It's no secret that Western Digital has jumped on the "cloud" bandwagon, releasing their first line-up of network routers, the MyNet series. With the proven success of the My Book from WD, it was only a matter of time before they would take the next step and add network functionality, effectively taking the My Book into the NAS world.
Today we have the 1TB My Book Live from Western Digital, a single drive NAS of sorts, but not in the traditional sense. Normally NAS appliances are a bit confusing to set up with all the advanced RAID features and software add-ons. Western Digital chose to simplify things taking their My Book chassis, throwing in a Gigabit powered Ethernet port and developing their own backup software called WD "SmartWare". Essentially this backup solution pulls all the traditional confusing clutter out of a NAS, making it simple and straight forward to use, even for the novice.
The My Book live is compatible with Windows XP, Vista, 7, 8 and Mac OS X. Being a NAS device, an Ethernet connection is required.
The My Book Live was delivered in a blue box with clouds in the background, depicting its "cloud" capabilities. You will find a photo of the My Book to the right, with its features listed across the bottom.
Removing the box contents we found WD included a CAT5e Ethernet cable and power adapter with the My Book. We also found the software package on disc.
The My Book Live shares it basic design with the rest of the series, taking the shape of a book. On the front you will find a blue LED for indicating drive activity.
The back of the Live houses the single Gbit LAN port and power port. There is also a lock slot to the right to secure the enclosure.
Internally WD chose to use their AV GreenPower drive in the 1TB My Book Live. This disk sports a 16MB cache and SATA III interface.
To control the many features of the Live, Western Digital uses the Applied Micro 800MHz APM82181.
Controlling the network traffic in the enclosure is the Broadcom BCM5461 Gbit PHY.
Setting up the My Book Live we installed the "finder" software and started the discovery process.
Within seconds, the software picked up the presence of our My Book on the network, and began to install. As you can see, the software will take the pain out of mapping a network drive and even gives you a desktop shortcut to the device.
After successfully setting up our drive, WD offers several ways to get you started with the backup procedure. Time Machine is of course the best way to go about your Mac OS X backup, while WD SmartWare is a great choice for Windows users.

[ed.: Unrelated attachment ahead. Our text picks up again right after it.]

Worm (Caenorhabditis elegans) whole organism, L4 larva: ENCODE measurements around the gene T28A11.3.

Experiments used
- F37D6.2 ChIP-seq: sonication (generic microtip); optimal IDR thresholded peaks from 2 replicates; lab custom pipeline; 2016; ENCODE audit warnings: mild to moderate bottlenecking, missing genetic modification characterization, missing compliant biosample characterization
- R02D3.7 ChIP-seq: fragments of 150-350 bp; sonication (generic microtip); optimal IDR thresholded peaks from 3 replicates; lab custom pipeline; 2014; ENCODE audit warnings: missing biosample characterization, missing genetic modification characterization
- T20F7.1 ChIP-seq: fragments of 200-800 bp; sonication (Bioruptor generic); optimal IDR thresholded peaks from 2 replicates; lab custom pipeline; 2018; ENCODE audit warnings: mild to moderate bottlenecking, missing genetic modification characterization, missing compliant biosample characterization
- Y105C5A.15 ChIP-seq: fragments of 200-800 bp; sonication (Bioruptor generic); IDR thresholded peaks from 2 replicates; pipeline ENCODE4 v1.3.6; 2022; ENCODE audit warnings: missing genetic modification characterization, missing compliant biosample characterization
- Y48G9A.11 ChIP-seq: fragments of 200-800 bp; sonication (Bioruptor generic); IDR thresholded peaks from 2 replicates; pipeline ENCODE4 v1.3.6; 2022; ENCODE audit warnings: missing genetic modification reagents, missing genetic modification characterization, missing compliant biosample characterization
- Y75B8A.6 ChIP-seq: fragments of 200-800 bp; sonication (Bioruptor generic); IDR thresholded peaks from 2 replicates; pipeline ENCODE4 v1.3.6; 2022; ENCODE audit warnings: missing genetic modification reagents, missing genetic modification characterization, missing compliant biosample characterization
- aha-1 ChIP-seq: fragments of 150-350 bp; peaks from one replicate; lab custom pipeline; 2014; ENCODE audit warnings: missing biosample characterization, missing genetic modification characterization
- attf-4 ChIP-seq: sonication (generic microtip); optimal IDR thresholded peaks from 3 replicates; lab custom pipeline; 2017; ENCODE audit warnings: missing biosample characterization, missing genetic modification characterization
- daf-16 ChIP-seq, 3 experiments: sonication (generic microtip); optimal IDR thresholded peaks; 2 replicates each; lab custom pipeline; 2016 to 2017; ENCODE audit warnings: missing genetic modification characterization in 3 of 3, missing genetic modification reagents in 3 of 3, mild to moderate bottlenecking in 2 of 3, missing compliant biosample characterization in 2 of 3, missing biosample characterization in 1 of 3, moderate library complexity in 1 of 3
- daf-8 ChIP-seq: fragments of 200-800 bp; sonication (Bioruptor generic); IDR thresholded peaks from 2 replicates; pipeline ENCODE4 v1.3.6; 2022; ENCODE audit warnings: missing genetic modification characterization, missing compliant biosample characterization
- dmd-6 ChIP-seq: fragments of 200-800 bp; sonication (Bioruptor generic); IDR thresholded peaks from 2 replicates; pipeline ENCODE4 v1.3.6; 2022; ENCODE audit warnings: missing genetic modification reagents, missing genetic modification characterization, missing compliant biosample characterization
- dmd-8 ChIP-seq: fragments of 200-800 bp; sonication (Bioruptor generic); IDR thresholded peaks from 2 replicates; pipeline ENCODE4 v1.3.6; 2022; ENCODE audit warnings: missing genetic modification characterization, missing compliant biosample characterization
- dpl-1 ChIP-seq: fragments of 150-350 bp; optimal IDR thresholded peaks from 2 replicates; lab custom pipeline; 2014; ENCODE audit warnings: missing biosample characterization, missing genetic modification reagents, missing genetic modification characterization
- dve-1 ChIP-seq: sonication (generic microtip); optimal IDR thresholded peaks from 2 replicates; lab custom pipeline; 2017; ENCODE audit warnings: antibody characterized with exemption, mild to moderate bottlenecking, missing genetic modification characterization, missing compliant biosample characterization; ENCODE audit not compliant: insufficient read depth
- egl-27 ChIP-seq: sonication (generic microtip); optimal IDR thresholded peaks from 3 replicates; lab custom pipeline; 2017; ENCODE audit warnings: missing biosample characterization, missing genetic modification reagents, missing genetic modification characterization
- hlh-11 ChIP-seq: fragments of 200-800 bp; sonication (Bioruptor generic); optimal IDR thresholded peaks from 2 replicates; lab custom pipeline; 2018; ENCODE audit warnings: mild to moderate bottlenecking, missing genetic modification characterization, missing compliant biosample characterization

GO TO TOP OF THE NEXT COLUMN ^
The WD2Go interface allows you to access your My Book on the road, logging into your drive via the WD2Go website.
Even though you are remotely accessing the drive from the road, it still requires a password and in this case two passwords, one for the web login and the second for the drive itself.
After you gain access to your My Book, you have the ability to map network drives to the PC you are using.
As this is a cloud based solution, Western Digital also includes Android and iOS apps freely available from the marketplace. Here we have downloaded the WD2Go Android app and have it installed on our HP Touchpad.
After selecting our My Book from the menu, the app loads up folder that are on the NAS.
As you can see I have loaded up quite a bit of data to the My Book, as this functions as the backup for my QNAP NAS.
Streaming video from the My Book Live was painless and functioned without issue, with no skips or other corruption.
Being the benchmark junky that I am, I gave the My Book Live a go through ATTO Disk Benchmark. We ended up getting 44MB/s read and 32MB/s write.
The Western Digital My Book Live fits into a growing market at the perfect time with most modern routers coming with USB storage as an option. While some may find these ports useful, the more advanced users will see them as too slow for everyday use. This is where the My Book Live fits in, between the full on NAS and USB storage built into your router.
Where the My Book Live excels is in the user-friendly setup and use. Digging through the interface for the first time was rather simple, and I found everything to be laid out and within reach. The features including the built-in Twonky Media Server and integrated backup solutions were easily manipulated and up and running in no time.
So, what then do we have here? Simply put, Western Digital has bridged the gap for novice users to have a full on cloud built backup solution, without the need for mucking about in NAS appliances. Not to mention the cost, which at this point, you won't find a single bay NAS anywhere near the cost of the My Book Live in its 1TB configuration.
Pricing on this 1TB My Book Live is set at $109.99, which is rather amazing, when we put it all into perspective. Comparably a single bay NAS will cost around $250 and then you are still looking for a drive to put in it. Yes, you will get more features with a full on NAS device, but it won't be anywhere near as user-friendly as the My Book Live from Western Digital.